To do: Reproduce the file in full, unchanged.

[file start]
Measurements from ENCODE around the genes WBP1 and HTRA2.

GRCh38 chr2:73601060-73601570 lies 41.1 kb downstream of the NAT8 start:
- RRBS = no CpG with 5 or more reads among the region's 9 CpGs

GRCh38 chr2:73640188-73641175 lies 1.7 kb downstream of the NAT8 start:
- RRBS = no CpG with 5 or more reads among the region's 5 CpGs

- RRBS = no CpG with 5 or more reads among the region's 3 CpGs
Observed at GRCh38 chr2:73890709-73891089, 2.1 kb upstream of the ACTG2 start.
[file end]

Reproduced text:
Measurements from ENCODE around the genes WBP1 and HTRA2.

GRCh38 chr2:73601060-73601570 lies 41.1 kb downstream of the NAT8 start:
- RRBS = no CpG with 5 or more reads among the region's 9 CpGs

GRCh38 chr2:73640188-73641175 lies 1.7 kb downstream of the NAT8 start:
- RRBS = no CpG with 5 or more reads among the region's 5 CpGs

- RRBS = no CpG with 5 or more reads among the region's 3 CpGs
Observed at GRCh38 chr2:73890709-73891089, 2.1 kb upstream of the ACTG2 start.